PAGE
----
Another major player in the RIP game is Harlequin. In the past, Harlequin has extended its RIP to add features and functions, such as trapping and color management, which have not been part of the standard Adobe offering of the time. Harlequin's RIP version, ScriptWorks 5.0, includes native PDF support, PostScript Level 3 language file support and preliminary support for Adobe's PJTF in the form of page setups. Harlequin expects to add increased PJTF support as it "becomes more widely implemented in the industry."

In addition to PDF, PostScript and EPS, the RIP can handle TIFF 6.0 and TIFF/IT-P1 file formats, and supports ICC color management profiles. Its Hi-Fi color capability allows for colors to be processed from virtually any color system, including CMYK, spot color systems and Hexachrome.

Unlike Adobe, Harlequin has been shipping its RIP as a "finished package." This offers equipment vendors an easier solution. It also means that most of the Harlequin-support front-ends have similar features, functions and user interfaces.

Last year, Harlequin announced a new direction that would extend its functionality even further. Through the development of EP2000, Harlequin will be creating a new approach to output workflow. EP2000 is, in effect, an "intelligent workflow controller." The goal is to create an assortment of independent workflow task processors (i.e., trapping, imposition, etc.) that can be handled by the master controller to process files in the most efficient way. Workflows then will be able to automatically adapt to the most efficient and available process stream, not necessarily a serial stream.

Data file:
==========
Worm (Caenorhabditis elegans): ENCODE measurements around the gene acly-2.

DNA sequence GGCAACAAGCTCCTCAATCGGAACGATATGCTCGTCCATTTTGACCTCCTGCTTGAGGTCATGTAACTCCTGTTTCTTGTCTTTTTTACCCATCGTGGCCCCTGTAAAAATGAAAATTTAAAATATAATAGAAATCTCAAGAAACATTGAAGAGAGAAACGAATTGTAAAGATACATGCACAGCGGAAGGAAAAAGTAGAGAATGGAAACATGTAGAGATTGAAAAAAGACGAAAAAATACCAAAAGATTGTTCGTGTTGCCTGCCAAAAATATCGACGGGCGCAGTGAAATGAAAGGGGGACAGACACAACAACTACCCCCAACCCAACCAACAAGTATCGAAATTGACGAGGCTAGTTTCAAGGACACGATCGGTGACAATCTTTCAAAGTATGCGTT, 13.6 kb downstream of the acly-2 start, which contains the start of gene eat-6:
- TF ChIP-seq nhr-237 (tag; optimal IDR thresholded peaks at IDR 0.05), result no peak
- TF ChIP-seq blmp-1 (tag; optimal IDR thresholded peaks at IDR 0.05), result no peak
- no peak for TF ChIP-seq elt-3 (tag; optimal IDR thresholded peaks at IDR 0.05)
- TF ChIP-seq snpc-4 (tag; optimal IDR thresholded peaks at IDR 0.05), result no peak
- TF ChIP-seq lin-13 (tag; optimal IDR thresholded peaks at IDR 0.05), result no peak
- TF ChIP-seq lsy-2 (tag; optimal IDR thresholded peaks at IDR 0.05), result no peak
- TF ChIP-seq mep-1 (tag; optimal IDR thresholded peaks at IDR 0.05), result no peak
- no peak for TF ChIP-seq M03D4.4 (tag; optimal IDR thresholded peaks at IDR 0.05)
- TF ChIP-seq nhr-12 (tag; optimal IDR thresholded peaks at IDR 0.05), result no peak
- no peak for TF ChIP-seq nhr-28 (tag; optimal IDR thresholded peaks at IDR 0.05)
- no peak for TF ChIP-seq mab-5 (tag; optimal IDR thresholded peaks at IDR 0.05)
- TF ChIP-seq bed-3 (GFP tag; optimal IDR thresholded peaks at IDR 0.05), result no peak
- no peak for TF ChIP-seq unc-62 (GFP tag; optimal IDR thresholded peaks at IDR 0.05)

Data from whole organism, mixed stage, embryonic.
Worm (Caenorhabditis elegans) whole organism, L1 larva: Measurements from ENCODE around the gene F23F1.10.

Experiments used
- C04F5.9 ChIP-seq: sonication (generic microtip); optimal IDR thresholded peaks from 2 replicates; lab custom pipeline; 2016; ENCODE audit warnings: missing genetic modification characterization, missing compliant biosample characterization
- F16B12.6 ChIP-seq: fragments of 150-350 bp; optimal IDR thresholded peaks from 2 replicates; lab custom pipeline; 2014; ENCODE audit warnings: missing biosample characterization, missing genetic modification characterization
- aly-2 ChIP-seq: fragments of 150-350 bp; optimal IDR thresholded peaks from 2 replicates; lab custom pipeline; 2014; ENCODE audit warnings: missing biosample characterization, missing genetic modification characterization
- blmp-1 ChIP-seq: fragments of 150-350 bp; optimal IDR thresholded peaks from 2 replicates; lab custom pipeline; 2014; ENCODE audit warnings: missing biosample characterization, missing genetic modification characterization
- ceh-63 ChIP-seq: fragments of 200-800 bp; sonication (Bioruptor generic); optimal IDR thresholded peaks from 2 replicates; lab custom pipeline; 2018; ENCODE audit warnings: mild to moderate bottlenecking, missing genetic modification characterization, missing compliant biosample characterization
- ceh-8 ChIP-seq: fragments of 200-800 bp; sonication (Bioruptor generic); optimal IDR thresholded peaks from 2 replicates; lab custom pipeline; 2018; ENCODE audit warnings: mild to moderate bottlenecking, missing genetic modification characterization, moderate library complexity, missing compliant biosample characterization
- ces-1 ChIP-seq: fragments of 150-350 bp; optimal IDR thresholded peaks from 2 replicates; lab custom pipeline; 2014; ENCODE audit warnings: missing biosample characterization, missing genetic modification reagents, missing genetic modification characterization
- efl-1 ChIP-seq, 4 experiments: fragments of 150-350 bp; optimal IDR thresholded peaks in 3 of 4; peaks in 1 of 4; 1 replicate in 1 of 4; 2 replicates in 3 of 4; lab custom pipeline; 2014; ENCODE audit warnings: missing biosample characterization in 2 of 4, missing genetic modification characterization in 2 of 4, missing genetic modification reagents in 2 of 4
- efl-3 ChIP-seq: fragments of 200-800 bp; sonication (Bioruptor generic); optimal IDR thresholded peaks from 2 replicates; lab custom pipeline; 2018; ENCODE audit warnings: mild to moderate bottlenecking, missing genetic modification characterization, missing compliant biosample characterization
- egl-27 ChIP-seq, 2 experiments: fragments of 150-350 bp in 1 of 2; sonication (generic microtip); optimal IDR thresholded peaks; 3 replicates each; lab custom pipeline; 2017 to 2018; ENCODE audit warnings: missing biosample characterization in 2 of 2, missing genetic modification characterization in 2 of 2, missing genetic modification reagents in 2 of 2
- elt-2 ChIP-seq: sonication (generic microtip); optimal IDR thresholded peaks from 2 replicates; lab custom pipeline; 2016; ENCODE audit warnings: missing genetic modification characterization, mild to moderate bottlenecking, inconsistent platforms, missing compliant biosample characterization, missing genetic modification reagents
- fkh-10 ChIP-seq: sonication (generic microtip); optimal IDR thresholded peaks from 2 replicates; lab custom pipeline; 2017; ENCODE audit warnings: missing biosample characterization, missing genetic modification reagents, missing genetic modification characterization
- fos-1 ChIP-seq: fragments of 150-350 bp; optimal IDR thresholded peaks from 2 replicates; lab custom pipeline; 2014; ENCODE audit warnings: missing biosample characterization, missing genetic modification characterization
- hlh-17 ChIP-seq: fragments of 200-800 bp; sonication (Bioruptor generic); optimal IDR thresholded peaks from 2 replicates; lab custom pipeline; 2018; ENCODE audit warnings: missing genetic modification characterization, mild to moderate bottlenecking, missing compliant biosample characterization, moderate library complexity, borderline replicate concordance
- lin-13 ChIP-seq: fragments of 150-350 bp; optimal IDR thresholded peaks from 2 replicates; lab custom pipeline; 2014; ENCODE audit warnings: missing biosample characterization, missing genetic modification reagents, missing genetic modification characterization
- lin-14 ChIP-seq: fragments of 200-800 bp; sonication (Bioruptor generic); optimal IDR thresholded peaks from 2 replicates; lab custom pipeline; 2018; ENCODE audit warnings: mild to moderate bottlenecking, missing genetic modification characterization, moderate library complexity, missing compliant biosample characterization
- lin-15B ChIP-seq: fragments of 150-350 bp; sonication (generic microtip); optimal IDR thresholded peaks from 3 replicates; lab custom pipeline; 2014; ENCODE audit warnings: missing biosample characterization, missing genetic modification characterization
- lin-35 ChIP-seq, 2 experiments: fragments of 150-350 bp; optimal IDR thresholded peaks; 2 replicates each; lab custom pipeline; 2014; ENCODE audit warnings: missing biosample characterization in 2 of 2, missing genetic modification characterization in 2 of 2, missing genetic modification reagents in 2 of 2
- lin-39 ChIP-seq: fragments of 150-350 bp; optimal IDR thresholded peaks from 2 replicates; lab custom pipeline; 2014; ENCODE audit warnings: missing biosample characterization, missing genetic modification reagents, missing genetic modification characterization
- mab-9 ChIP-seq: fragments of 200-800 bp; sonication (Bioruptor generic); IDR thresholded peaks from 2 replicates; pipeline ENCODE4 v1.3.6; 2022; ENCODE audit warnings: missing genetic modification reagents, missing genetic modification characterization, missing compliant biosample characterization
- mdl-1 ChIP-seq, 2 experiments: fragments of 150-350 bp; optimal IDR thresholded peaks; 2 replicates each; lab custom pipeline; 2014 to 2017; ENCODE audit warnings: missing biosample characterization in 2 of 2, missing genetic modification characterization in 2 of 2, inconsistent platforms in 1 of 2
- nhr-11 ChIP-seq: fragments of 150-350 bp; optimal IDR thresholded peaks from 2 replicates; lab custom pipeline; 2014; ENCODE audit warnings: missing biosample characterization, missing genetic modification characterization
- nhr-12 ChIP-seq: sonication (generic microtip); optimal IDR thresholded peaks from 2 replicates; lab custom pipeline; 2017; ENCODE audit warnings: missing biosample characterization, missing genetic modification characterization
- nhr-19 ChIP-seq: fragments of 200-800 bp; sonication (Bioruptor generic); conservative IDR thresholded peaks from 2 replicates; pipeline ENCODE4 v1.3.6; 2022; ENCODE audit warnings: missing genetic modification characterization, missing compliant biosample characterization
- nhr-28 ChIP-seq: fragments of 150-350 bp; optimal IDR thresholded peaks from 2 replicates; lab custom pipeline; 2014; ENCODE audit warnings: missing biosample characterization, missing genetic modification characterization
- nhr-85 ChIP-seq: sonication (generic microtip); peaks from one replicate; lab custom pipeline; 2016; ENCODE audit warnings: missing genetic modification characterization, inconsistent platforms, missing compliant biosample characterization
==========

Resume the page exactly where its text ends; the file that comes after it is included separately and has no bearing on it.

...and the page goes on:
As printers select the "best" solution for specific needs (which include cost, process requirements, cycle times, etc.), they need to look at how a given solution will fit or enhance their process. Almost any solution can be made to work with a specific type of workflow, but some solutions are significantly better for a given type of work requirement.

Here are some examples of how specific output production tasks are handled by different vendors. In some cases, these tasks are handled as part of the RIP, while in others they are outside the RIP but part of the process solution.

Preflight. The basic preflight concept is to check and "pre-qualify" the prepared file's characteristics to ensure that they meet the requirements of the intended output process. While this can be achieved to varying degrees almost anywhere in the process, the ideal solution is handling it as early as possible. While the ideal solution is for the document's originator to use an application such as Markzware's FlightCheck of Extensis' Preflight Pro, many vendors have included an additional preflight step that occurs after the PostScript file is introduced into their solutions.